JG: The Loop Lab is livestreaming each event on Zumix’s YouTube page with three high-quality video cameras, and Brighter Boston is both enhancing and running Zumix’s performance lighting to create synergy with the event’s flow and musical performances. Both orgs are working with their young interns on this, so along with Zumix’s “Z-Tech” youth audio technicians, it creates a really beautiful team effort for the event production. This collaboration is sparking the beginning of a bigger conversation about our intersection with these organizations and how we can work together to create a pipeline from Zumix to their programs—as Zumix’s student age demographic is 7-18-year-olds while the Loop Lab and Brighter Boston continue to work with teens as they age into their 20s. It’s an important collaboration because it shows how our organizations can complement each other and create more connective, meaningful experiences for our young people.
How do you select artists for these events? What kind of connection to Zumix do they typically have?
JG: This year I wanted to strengthen worlds that were already floating around Zumix, so all of the artists selected were already connected to Zumix, but not necessarily with each other or our young people. For example, Ali McGuirk and the Paulding brothers of Kotoko Brass are Zumix teaching artists, Tim Hall is our 2019 Artist Luminary, and Jaw Gems is musically adjacent to Pangea, a band led by Zumix alum and staff member Omar Sosa. We also have student bands in all of these genres—so it felt natural to bring all these people together in their respective genres. It started with me wanting to work with all of these people, and the genre choices followed. Once that initial match is made, then I’m able to plug in great vendors and research others that make sense with the theme. For instance, Dzidzor has been doing amazing things with Black Cotton Club and came to one of Zumix’s Summer Concerts last year, so I wanted to plug her in, and it turned out she loves Kotoko Brass—she was then able to refer me to Jojo’s Pies, who will be popping up at the World Music Night. I’ve also been working closely with Chris Antonowich of Light of Day Records—so he will be bringing vinyl curated to the given theme of the shows on Feb 15 and April 18. Navigating the degrees of separation and bringing all of these interesting people together is what excites me about this series.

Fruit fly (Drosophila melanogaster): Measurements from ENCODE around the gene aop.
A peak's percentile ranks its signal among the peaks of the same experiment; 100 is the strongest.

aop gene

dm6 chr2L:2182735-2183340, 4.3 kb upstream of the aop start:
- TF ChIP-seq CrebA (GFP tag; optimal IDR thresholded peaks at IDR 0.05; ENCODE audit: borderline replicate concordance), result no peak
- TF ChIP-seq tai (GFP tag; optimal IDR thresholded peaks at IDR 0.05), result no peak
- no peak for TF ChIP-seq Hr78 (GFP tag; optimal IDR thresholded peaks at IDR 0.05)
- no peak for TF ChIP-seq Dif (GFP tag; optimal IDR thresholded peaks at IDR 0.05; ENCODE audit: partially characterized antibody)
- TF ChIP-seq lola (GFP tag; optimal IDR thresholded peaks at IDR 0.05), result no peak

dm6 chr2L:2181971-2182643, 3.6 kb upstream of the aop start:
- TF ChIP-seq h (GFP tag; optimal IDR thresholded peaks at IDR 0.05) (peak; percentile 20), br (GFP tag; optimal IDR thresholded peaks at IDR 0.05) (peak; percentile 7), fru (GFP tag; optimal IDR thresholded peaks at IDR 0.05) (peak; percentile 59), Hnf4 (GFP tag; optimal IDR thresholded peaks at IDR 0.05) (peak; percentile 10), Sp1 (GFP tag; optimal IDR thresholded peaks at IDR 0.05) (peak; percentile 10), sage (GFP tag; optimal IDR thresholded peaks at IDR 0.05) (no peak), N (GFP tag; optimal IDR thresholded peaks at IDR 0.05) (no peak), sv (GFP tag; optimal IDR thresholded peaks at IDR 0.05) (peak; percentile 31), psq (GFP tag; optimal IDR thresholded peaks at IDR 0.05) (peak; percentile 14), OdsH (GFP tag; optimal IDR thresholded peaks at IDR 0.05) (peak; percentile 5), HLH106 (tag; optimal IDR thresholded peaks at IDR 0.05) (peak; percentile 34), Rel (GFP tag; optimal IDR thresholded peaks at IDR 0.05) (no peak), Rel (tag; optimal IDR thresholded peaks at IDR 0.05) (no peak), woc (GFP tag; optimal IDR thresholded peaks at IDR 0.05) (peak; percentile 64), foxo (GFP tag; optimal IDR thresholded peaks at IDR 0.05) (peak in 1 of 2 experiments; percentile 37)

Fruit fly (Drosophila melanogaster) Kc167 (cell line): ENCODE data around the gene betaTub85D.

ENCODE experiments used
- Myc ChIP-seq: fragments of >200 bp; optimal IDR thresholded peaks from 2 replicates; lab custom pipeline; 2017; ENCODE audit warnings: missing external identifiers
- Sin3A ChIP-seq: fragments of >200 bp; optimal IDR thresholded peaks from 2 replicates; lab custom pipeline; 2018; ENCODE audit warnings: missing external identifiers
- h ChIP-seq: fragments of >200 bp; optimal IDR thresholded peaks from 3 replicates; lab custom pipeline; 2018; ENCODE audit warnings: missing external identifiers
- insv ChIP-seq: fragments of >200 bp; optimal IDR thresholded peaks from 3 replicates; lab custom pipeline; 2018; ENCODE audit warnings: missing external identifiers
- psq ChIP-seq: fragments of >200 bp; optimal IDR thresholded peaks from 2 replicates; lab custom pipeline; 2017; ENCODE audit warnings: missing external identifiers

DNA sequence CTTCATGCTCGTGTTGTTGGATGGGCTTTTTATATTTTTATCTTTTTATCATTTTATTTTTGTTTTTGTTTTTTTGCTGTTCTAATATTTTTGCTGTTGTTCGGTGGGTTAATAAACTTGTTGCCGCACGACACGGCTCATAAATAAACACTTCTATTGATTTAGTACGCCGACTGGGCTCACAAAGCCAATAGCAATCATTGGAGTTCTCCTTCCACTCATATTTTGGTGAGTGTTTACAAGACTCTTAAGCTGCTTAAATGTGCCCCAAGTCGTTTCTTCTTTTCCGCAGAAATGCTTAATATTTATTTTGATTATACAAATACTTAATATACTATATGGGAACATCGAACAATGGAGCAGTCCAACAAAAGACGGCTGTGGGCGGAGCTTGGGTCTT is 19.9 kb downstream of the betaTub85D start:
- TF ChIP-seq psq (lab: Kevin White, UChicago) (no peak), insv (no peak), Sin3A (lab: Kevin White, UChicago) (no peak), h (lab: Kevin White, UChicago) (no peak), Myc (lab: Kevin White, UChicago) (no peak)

You mentioned that one of the goals of this series is to bridge generational gaps, which is something that, from what we have seen, Zumix does every single day you open the doors. Can you explain how these shows aim to work on that divide, though?